Opal Classification

Opal is a gemstone consisting of hydrated amorphous silica with the chemical formula SiO2.nH2O. There are two basic forms of opal described by visual appearance.Australia is the largest producer, around 97%. 90% of the Australian stones are called ‘light opal’ or white andcrystal opal. Within all of the opal fields, White makes up 60% of opal population; unfortunately these cannot be found in all of the opal fields. Crystal opal or pure hydrated silica makes up 30% of the opal produced, 8% is black and only 2% is boulder opal.

Base Color

The body tone or base color of an opal is different to the play-of-colour displayed in precious opal. There are three varieties of natural opal based on body tone. Body tone refers to the relative darkness or lightness of the opal when ignoring the play-of-colour.

Black Opal – is the family of opal which shows a play-of-colour within or on a black body tone by reference to the AGIA Body Tone Chart N1, N2, N3 and N4 when viewed face up.

Dark Opal – is the family of opal which shows a play-of-colour within or on a dark body tone by reference to the AGIA Body Tone Chart N5, N6 when viewed face up.

Light Opal – is the family of opal which shows a play-of-colour within or on a light body tone by reference to the AGIA Body Tone chart N7, N8 or N9 when viewed face up. The N9 category is referred to as white opal.

Opal with a distinct colored body (such as yellow, orange, red or brown) should be classified as black, dark or light opal by reference to the AGIA Body Tone Chart with a notation stating its colour hue.

Crystal Opal – Transparent to Semi-Transparent, Colorless Body with play of color.

Black Crystal Opal – Transparent to Semi-Transparent, Dark Body with play of color.

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Fire Color – There are usually a dominant color and then a secondary color.

Types

Natural opal is opal that has not been treated or enhanced in any way other than by cutting. There are three basic forms of natural opal described by visual appearance. Precious Opalexhibits the phenomenon known as play-of-colour, produced by the diffraction of white light through a micro-structure of orderly arrayed silica spheres to produce changing spectral hues.Common Opal and Potch – Opal that does not exhibit a play-of-colour. The distinction between common opal and potch is based on formation and structure. Common opal shows some degree of micro crystallinity.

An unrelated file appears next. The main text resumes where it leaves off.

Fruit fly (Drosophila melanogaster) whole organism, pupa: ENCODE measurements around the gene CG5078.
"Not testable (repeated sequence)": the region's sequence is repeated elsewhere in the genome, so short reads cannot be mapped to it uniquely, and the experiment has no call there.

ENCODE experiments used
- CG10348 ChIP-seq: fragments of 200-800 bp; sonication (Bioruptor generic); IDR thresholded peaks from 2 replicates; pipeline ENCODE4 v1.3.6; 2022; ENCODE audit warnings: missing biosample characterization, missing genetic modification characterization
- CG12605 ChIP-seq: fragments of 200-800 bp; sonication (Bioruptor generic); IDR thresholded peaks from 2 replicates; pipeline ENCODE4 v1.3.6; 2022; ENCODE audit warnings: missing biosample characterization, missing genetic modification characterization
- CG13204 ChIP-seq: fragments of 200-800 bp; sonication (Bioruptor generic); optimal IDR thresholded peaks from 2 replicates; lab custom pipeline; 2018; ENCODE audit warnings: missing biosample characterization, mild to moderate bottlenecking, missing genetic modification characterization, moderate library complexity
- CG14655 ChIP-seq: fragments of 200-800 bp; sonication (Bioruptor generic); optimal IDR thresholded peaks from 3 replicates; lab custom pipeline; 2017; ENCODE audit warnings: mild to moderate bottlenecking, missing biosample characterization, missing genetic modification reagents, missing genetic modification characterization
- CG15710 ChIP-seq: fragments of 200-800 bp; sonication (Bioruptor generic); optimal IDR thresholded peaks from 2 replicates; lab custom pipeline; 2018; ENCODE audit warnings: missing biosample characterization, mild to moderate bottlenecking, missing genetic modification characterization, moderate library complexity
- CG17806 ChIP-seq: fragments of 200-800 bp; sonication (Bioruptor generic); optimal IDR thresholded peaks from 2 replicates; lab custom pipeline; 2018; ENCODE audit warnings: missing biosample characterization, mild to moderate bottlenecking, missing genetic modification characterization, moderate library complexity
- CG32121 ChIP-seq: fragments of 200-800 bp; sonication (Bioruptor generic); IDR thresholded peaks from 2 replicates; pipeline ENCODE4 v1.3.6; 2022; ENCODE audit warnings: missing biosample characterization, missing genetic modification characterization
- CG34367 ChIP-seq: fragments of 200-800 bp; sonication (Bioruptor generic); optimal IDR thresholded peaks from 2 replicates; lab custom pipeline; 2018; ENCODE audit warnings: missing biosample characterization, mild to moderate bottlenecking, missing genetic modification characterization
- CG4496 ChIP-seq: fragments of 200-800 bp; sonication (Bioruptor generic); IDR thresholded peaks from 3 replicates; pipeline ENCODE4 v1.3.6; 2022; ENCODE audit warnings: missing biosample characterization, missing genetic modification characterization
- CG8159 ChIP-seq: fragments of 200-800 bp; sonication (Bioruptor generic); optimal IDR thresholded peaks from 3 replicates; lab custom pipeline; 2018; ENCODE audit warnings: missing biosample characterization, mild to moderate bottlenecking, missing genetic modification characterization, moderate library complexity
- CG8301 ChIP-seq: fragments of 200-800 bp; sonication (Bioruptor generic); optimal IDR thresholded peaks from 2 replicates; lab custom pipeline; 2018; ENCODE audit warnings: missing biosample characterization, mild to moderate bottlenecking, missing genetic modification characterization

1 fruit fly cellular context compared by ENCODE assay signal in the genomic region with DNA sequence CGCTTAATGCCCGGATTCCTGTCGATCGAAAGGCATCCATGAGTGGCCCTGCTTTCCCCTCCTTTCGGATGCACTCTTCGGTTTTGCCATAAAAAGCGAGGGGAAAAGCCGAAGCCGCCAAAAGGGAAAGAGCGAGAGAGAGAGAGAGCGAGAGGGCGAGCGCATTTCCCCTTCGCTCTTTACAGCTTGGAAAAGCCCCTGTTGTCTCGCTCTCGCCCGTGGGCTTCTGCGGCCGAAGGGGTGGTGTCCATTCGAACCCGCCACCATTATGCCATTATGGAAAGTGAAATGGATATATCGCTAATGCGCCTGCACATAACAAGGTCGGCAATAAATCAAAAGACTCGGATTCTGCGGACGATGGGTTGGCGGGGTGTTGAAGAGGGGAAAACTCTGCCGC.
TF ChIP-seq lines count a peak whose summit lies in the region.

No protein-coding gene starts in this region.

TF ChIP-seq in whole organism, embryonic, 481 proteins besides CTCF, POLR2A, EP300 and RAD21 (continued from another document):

Natural Opal Type 1 – opal presented in one piece in its natural state apart from cutting or polishing and is of substantially homogenous chemical composition.

Natural Opal Type 2 – opal presented in one piece where the opal is naturally attached to the host rock in which it was formed and the host rock is of a different chemical composition. This opal is commonly known as boulder opal or doublet opal (D.O)

Doublet Opals Characteristics: D.O.

The play of color is shown through veins that are quite thin, and thus there are new unusual methods of preparing the stone as a gem. An opal doublet is commonly set with a thin layer of opal, backed by a swart mineral such as ironstone, basalt, or obsidian. The darker backing emphasizes the play of color, and results in a more attractive display than a lighter potch.

Techniques – Modern techniques of polishing give doublet opals enhancement similar to the effects of black or boulder opals at a mere fraction of the price. Doublet opal also increases customer investment since it has an added benefit of having genuine opal as the top visible and touchable layer, unlike triplet opals.

Triplet-cut opal Characteristics:T.C.

Characteristics – A dark backing is placed behind the stone, and then has a domed cap of clear quartz or plastic on top, which takes a high polish and acts as a protective layer for the opal. The top layer also acts as a magnifier, to emphasize the play of color of the opal beneath, which is often of lower quality. Triplet opals therefore have a more artificial appearance, and are not classed as precious opal.

Natural Opal Type 3 – opal presented in one piece where the opal is intimately diffused as infillings of pores or holes or between grains of the host rock in which it was formed. This opal is commonly known as matrix opal.